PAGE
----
Miaomiao Cui’s passion for art was genetically inherited from her great grandfather who was the last local governor in Fuxian, a seaside district in northeastern China. Painting was his favorite way to relax after a long day of political work. His huge paintings in the traditional style were gorgeously eye-catching. The passion for art was passed down to Miaomiao’s grandma and then to Miaomiao Cui. She was very addicted to paintings and super sensitive to colors. Since her childhood, she studied traditional Chinese paintings with a famous local artist. She was inspired to become an artist by the famous Chinese female artist, Yu-liang Pan by watching her TV show. Although her life’s responsibilities took her in many different directions and she never had a chance to enter an academic art institute, her dedication and passion for art kept her painting in her leisure time. In her 20s she was a college teacher and a famous journalist who received multiple state and national prizes in China. In 2009, she lived in the U.S. as a visiting scholar and earned her Masters of Arts in Education. She also moved with her Army Officer husband who was assigned in Seoul, South Korea. There she learned Korean painting techniques. After that, she returned to the U.S. with an enlightened spirit of both Eastern and Western cultures that showed in her paintings that were displayed in several local and international art exhibitions. Her fame with the local art scene attracted restaurant owners and hospital managers to commission her to paint murals in their establishments. Her work is a nexus of arts from the West, the East, Ancient, and Modern. These paintings draw the audience in with the tension between the familiar and the unfamiliar to trigger the viewer’s desire to explore the elegant oriental aesthetic beauty.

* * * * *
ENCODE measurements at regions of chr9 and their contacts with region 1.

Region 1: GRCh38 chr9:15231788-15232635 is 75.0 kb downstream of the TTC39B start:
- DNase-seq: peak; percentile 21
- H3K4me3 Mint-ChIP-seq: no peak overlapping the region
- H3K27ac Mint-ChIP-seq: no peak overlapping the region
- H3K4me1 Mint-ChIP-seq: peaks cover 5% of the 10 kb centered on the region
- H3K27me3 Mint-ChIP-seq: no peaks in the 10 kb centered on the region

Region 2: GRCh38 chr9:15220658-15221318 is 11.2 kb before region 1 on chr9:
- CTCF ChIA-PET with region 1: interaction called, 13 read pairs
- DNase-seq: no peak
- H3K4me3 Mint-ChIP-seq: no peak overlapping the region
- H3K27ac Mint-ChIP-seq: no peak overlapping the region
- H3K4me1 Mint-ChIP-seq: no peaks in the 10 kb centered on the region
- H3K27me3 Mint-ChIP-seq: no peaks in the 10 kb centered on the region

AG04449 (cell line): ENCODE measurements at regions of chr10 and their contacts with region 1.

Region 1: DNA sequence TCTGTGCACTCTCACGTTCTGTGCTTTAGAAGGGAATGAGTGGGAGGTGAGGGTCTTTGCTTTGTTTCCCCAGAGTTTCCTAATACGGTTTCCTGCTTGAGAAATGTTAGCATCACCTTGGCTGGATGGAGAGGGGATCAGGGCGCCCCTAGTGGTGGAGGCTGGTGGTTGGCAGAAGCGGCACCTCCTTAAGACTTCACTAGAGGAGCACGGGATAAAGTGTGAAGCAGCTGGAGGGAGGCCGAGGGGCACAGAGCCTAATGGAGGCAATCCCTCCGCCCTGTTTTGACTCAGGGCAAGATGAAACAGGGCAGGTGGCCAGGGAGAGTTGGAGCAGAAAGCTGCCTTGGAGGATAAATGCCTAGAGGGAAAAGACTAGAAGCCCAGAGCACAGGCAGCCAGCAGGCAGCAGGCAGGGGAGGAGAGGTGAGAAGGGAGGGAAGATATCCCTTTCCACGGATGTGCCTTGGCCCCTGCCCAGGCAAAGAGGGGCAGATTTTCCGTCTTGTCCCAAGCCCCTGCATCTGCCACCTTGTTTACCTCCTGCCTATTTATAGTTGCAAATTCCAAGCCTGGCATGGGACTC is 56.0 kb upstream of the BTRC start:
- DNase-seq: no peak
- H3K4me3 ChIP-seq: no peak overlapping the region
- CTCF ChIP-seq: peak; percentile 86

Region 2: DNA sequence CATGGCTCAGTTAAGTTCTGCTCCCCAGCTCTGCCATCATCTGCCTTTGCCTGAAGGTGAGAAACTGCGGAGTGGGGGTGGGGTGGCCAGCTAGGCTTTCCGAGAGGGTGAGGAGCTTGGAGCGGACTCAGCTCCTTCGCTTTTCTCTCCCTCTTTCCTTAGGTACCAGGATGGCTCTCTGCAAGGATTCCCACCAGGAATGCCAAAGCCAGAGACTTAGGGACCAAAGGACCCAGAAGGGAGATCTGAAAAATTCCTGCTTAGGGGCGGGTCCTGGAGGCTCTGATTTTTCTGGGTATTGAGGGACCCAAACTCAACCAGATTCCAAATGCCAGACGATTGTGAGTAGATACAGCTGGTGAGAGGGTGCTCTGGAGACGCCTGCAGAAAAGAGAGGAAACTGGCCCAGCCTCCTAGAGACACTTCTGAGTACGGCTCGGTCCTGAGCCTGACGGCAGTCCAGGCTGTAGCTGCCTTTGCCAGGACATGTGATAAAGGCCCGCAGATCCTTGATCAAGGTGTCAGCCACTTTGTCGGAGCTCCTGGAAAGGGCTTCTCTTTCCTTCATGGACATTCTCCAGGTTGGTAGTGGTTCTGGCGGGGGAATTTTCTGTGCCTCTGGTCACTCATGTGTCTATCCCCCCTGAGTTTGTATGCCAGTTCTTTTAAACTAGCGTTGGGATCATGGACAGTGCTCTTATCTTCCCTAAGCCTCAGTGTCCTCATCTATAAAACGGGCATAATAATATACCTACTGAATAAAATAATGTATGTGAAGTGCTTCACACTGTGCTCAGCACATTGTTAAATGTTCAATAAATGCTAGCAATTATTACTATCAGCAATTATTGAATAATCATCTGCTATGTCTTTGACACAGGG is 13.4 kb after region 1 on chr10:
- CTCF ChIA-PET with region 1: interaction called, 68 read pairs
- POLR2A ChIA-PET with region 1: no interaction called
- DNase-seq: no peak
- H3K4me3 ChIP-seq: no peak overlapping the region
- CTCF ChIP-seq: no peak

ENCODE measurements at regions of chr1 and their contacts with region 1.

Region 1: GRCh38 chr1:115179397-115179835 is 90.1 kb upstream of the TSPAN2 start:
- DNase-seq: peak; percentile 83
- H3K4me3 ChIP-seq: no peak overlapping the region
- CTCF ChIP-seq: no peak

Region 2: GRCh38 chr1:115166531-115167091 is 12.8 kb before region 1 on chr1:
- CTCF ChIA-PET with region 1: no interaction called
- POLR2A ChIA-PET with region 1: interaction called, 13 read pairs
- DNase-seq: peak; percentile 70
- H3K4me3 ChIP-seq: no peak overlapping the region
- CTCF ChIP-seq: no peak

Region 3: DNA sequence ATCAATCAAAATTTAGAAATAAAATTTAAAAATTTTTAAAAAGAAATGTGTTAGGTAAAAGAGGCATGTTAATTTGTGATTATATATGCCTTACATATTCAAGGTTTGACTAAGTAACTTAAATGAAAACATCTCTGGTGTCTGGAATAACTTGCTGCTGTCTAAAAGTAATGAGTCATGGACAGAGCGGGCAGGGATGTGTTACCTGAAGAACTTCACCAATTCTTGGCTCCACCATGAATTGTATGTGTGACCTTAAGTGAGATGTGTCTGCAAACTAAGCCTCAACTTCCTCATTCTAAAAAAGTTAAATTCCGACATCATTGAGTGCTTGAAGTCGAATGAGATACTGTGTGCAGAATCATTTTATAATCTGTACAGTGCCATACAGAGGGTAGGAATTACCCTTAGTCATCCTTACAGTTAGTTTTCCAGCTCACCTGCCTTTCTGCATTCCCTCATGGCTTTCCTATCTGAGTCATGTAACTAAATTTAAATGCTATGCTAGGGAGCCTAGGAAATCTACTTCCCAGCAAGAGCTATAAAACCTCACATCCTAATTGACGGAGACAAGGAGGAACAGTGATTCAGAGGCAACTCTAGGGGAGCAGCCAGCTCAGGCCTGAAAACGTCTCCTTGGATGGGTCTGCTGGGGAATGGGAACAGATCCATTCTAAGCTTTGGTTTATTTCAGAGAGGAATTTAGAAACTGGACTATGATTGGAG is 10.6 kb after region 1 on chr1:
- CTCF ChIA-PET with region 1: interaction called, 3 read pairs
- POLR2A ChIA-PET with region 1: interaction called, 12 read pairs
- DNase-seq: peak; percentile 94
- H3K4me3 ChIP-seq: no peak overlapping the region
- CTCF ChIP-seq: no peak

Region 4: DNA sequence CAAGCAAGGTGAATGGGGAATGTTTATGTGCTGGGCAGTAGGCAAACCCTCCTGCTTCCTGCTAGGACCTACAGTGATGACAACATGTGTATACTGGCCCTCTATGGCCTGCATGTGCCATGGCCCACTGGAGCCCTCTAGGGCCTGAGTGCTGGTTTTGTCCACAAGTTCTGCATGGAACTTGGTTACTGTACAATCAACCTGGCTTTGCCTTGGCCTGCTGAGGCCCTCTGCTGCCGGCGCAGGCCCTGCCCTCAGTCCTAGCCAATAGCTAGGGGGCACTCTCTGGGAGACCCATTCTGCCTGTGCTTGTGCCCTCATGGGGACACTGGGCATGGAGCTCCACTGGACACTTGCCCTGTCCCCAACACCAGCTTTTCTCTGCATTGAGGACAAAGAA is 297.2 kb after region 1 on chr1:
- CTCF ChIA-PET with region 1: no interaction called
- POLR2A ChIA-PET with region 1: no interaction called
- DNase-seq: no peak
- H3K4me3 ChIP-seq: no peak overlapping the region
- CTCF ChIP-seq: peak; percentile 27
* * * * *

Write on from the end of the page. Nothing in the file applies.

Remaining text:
Imagism originated in the United States and Britain during the early 20th century. Imagist poetry and painting are closely related by the short and concise vivid artistic images which express a theme. Miaomiao Cui’s art not only embodies the language of poetic beauty but also reveals her emotions behind her images. Her art is also impacted by oriental expressionistic aesthetics which blend representative Chinese cultural elements. Her art thus combines imagism and expressionism to express tangible physical images with intangible spiritual connotations.